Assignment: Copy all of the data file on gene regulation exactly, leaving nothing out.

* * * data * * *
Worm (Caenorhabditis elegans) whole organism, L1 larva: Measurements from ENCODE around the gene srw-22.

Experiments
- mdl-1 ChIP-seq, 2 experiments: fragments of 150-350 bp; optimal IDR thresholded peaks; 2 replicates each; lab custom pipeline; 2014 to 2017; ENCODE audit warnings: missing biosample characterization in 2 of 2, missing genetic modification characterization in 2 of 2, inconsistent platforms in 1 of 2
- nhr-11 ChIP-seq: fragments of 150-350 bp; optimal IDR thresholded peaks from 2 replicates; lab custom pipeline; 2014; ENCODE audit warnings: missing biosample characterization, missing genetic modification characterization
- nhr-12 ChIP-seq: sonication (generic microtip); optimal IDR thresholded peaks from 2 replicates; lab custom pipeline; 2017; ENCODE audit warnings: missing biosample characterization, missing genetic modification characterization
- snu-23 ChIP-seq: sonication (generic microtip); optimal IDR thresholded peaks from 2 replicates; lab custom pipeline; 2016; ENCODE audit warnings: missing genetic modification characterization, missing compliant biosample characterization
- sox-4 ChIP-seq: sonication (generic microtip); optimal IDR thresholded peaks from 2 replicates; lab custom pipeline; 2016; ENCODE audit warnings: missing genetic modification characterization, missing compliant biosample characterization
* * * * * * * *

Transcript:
Worm (Caenorhabditis elegans) whole organism, L1 larva: Measurements from ENCODE around the gene srw-22.

Experiments
- mdl-1 ChIP-seq, 2 experiments: fragments of 150-350 bp; optimal IDR thresholded peaks; 2 replicates each; lab custom pipeline; 2014 to 2017; ENCODE audit warnings: missing biosample characterization in 2 of 2, missing genetic modification characterization in 2 of 2, inconsistent platforms in 1 of 2
- nhr-11 ChIP-seq: fragments of 150-350 bp; optimal IDR thresholded peaks from 2 replicates; lab custom pipeline; 2014; ENCODE audit warnings: missing biosample characterization, missing genetic modification characterization
- nhr-12 ChIP-seq: sonication (generic microtip); optimal IDR thresholded peaks from 2 replicates; lab custom pipeline; 2017; ENCODE audit warnings: missing biosample characterization, missing genetic modification characterization
- snu-23 ChIP-seq: sonication (generic microtip); optimal IDR thresholded peaks from 2 replicates; lab custom pipeline; 2016; ENCODE audit warnings: missing genetic modification characterization, missing compliant biosample characterization
- sox-4 ChIP-seq: sonication (generic microtip); optimal IDR thresholded peaks from 2 replicates; lab custom pipeline; 2016; ENCODE audit warnings: missing genetic modification characterization, missing compliant biosample characterization